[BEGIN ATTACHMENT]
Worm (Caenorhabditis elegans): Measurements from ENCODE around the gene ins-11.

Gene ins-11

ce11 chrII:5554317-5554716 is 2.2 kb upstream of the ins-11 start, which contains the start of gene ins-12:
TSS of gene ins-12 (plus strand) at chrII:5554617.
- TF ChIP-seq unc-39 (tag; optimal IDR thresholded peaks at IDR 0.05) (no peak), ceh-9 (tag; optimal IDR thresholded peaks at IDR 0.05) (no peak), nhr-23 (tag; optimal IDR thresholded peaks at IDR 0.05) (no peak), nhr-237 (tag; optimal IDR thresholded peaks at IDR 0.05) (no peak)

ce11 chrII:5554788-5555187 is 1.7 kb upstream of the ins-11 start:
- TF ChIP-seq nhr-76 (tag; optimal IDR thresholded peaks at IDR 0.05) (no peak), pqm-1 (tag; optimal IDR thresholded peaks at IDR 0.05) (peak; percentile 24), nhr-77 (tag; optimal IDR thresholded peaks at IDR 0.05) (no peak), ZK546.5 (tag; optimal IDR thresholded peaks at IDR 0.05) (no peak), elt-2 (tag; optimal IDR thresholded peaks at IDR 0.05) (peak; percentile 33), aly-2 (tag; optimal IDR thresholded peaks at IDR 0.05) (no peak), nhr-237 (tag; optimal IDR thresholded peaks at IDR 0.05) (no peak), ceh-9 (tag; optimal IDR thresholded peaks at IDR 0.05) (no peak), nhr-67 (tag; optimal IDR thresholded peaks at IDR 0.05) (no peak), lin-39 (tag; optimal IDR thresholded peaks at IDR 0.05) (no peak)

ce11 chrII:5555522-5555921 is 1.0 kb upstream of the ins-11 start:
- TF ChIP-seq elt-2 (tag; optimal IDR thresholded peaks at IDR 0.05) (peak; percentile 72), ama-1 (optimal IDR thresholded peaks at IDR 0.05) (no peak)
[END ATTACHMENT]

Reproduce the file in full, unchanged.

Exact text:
Worm (Caenorhabditis elegans): Measurements from ENCODE around the gene ins-11.

Gene ins-11

ce11 chrII:5554317-5554716 is 2.2 kb upstream of the ins-11 start, which contains the start of gene ins-12:
TSS of gene ins-12 (plus strand) at chrII:5554617.
- TF ChIP-seq unc-39 (tag; optimal IDR thresholded peaks at IDR 0.05) (no peak), ceh-9 (tag; optimal IDR thresholded peaks at IDR 0.05) (no peak), nhr-23 (tag; optimal IDR thresholded peaks at IDR 0.05) (no peak), nhr-237 (tag; optimal IDR thresholded peaks at IDR 0.05) (no peak)

ce11 chrII:5554788-5555187 is 1.7 kb upstream of the ins-11 start:
- TF ChIP-seq nhr-76 (tag; optimal IDR thresholded peaks at IDR 0.05) (no peak), pqm-1 (tag; optimal IDR thresholded peaks at IDR 0.05) (peak; percentile 24), nhr-77 (tag; optimal IDR thresholded peaks at IDR 0.05) (no peak), ZK546.5 (tag; optimal IDR thresholded peaks at IDR 0.05) (no peak), elt-2 (tag; optimal IDR thresholded peaks at IDR 0.05) (peak; percentile 33), aly-2 (tag; optimal IDR thresholded peaks at IDR 0.05) (no peak), nhr-237 (tag; optimal IDR thresholded peaks at IDR 0.05) (no peak), ceh-9 (tag; optimal IDR thresholded peaks at IDR 0.05) (no peak), nhr-67 (tag; optimal IDR thresholded peaks at IDR 0.05) (no peak), lin-39 (tag; optimal IDR thresholded peaks at IDR 0.05) (no peak)

ce11 chrII:5555522-5555921 is 1.0 kb upstream of the ins-11 start:
- TF ChIP-seq elt-2 (tag; optimal IDR thresholded peaks at IDR 0.05) (peak; percentile 72), ama-1 (optimal IDR thresholded peaks at IDR 0.05) (no peak)